Today we went to the vet. He has been “off” on his front right for some time now. Last week he also injured his right hind. We went in around thanksgiving and didn’t find anything new with front right. But the right hind had me worried. Right off the bat, my vet started blocking his front end. One foot at a time. He said whatever went on with the hind leg is fine. But his front had him pulling out the ultrasound. Come to find out, he has a lesion on his right front deep digital flexor tendon. Not a small one either. At age 15, he is now retired. Not much can be done. It’s a large lesion. He also has fluid on the front left in the same area. I have been praying for an answer. A solution. What to do to help him. This was not the answer I expected. He is retired to the point that he can’t give lessons. He can give pony rides. He might be ok for a nice quiet trail ride. But not right now. I think my heart broke in half with this news.

Being told that your heart horse will no longer get to run, lope, workout (he is that crazy workout guy) or really do anything at all is simply devastating. I don’t know how to tell him that he can’t go on the trailer anymore. That I pulled his shoes so he can enjoy the pasture life. I don’t think he is going to take it well at all. My rockstar is now retired. I can get a second opinion. I can put thousands of dollars into a 2% chance of helping this but the outcome is slim to none. I will let him live his happy life knowing that his past was AMAZING.

Honestly, I don’t know what to do with myself now. Do I really want to barrel race on another horse? Not really, no. I can’t imagine running anyone but Lynx. 10 plus years is a long time. Whiskey will be broke to ride soon. Do I want to run him on barrels? Honestly, I don’t know. I think I might try sorting. This situation is simply soul crushing for me. So I’m sorry if I come off a little coarse for a bit. I don’t mean it. My heart is standing in a stall asking me why we can’t go for a gallop across the field right now. I’m going to cry. I’m going to be sad. I’m going to go through all the stages of grief. God has his plans. I just wish I knew the outcome.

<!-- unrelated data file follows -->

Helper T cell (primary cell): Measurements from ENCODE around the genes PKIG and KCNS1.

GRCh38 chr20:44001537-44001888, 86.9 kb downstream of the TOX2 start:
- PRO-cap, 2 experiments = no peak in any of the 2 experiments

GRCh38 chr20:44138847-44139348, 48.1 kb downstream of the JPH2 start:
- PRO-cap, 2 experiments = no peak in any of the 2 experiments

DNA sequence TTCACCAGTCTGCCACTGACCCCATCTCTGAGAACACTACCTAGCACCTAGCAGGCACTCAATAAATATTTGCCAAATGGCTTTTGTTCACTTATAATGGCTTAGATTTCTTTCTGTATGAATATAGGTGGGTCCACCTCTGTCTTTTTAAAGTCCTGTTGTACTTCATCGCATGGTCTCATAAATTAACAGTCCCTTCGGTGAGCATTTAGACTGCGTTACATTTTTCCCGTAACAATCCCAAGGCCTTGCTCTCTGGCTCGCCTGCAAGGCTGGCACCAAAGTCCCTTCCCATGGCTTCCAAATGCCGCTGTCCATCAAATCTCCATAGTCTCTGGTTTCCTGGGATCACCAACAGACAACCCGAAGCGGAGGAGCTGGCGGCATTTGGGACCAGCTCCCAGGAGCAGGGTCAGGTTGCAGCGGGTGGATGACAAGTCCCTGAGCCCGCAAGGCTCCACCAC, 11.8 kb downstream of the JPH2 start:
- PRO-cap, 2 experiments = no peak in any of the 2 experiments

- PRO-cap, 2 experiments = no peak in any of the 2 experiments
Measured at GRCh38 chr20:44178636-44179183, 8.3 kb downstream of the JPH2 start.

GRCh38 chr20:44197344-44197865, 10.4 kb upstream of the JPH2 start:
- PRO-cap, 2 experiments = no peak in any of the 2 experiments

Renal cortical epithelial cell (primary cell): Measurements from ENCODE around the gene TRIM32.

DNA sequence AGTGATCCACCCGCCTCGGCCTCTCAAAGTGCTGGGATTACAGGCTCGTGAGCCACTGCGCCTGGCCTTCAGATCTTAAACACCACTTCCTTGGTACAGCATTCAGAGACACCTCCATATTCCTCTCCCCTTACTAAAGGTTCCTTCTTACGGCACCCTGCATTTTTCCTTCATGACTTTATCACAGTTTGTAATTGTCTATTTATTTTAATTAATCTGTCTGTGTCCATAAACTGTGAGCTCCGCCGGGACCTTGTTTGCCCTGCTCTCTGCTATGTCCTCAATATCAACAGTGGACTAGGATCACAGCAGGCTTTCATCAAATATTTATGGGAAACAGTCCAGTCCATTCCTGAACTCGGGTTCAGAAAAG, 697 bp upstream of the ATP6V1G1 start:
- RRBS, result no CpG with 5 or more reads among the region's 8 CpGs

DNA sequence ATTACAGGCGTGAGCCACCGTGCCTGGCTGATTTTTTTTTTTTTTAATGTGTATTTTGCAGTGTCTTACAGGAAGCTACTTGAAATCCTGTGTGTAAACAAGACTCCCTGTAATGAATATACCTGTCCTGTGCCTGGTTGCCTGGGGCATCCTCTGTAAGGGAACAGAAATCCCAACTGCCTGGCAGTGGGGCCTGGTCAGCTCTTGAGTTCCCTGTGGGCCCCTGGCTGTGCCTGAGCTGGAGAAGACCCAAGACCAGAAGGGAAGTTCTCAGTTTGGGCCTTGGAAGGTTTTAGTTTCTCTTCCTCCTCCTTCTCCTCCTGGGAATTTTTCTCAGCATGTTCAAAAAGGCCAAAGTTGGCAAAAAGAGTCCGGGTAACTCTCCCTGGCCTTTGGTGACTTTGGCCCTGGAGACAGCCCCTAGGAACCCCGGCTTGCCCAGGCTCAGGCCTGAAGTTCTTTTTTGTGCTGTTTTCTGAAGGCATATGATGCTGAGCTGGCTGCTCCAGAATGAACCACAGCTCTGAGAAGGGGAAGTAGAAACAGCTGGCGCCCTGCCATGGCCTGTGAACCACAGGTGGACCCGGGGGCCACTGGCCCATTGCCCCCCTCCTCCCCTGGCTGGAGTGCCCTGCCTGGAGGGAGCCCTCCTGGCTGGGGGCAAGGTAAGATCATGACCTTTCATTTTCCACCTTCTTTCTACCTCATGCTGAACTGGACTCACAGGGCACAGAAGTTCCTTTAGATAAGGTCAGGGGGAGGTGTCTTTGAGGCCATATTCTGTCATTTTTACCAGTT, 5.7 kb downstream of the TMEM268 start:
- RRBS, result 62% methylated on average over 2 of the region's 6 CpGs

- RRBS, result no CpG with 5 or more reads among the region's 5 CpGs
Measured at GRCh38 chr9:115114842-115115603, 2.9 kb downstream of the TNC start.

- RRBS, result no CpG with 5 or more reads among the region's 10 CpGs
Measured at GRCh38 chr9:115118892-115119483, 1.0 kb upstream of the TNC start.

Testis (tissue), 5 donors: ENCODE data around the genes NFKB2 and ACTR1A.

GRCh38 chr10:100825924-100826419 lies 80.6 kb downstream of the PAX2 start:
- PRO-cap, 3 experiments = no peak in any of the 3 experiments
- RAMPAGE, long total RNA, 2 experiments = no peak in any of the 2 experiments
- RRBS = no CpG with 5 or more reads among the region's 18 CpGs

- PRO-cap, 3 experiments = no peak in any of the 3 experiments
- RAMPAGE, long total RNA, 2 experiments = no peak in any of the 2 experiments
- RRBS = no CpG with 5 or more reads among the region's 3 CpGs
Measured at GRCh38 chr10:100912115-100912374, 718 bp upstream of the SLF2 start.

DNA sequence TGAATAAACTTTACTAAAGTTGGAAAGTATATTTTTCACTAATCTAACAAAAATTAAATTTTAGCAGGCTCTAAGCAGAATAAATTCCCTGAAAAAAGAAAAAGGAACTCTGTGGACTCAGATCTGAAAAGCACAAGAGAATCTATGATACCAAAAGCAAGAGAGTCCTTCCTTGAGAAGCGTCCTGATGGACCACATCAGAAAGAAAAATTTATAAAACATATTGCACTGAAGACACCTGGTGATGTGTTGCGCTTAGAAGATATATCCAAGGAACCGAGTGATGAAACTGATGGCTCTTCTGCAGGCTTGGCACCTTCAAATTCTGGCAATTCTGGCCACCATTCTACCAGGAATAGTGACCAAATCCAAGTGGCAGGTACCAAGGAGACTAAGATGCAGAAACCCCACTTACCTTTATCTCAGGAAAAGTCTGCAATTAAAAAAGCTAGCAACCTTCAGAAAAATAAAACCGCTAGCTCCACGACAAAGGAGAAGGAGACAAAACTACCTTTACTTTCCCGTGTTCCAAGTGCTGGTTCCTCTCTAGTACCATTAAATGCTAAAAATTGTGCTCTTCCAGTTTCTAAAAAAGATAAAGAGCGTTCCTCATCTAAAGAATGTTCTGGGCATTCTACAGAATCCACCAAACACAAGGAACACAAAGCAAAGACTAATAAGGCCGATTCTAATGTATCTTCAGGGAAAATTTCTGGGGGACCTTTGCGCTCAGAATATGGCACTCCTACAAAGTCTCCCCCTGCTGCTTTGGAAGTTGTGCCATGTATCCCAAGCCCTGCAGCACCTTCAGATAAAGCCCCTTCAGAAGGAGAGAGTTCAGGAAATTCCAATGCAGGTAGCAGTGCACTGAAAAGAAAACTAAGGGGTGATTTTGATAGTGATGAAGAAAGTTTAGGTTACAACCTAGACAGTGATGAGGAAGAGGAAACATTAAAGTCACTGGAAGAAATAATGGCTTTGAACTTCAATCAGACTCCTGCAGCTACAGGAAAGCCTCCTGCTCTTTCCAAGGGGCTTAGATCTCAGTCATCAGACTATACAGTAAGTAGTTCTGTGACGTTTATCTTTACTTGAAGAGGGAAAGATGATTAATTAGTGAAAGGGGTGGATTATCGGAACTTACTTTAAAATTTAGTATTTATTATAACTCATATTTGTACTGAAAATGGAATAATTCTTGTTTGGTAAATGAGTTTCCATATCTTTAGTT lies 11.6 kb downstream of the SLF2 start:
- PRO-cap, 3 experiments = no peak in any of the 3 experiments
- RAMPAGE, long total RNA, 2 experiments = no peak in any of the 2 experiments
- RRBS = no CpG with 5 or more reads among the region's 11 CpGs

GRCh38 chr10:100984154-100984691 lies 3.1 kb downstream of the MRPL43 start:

Saturday is the beginning of a new journey!

I have this thing about horses. Not many realize that I actually knew Lynx and Goose at birth. I knew their dam at birth. I helped my dad to purchase their grand dam back in 1999? Maybe 1998? Also, I bought Gabe as a yearling. These have been the dominant horses of my last 15 years. It’s been a journey with each of them. I haven’t purchased any broke horses, except Splash, in a long time! So here I go again!

Remember playing the name game for a cutting bred foal back in 2019? He was born in May of 2019. Barn name is Whiskey! Solid bay colt out of a buckskin mare and I do believe the stallion was a dun. Well, it’s time to go pick the booger butt up from his spoiled life at the Ranch and give him a J-O-B!


I’m not sure how tall he is now but no doubt he is stout. He has been loaded a few times in the trailer. He does good for the farrier. He has been saddled a few times. But he is not broke. He needs some manners and something to do other than be a pasture pet! I prayed on this and have over thought it between prayers… then I just had a good feeling that all will work out. He many not be some 1D or even 5D barrel horse. But, by God’s Grace and Glory, he will have a job! Who knows? Maybe I will get back into sorting? I used to love to do team penning on my barrel horses!!! Sorting might be a fun adventure!

Whiskey in 2020

This colt is out of a mare that my husband bought for me when we bought our first house! She is 21 now. At the time, she was a fat an sassy buttermilk buckskin with a frosted mane and tail. She was very pregnant with a local stud’s progeny. Her first foal was a pretty little filly that looked just like her! We did breed her again and got a heck of a colt that was full of himself! A sorrel colt. Cooter’s Runnin Shine. See, the mare is registered MJG Scottish Scoot. Barn name is Chevis. First filly was Hot Scotch Tottie. See the theme?

My thought is to blog my journey with this colt as much as possible! He has a brain. He has a great build and is pretty correct in his confirmation. Bred to preform either in arena work or cattle. Who knows? It will be one day at a time at my place! So follow along with us as we prepare Whiskey for life!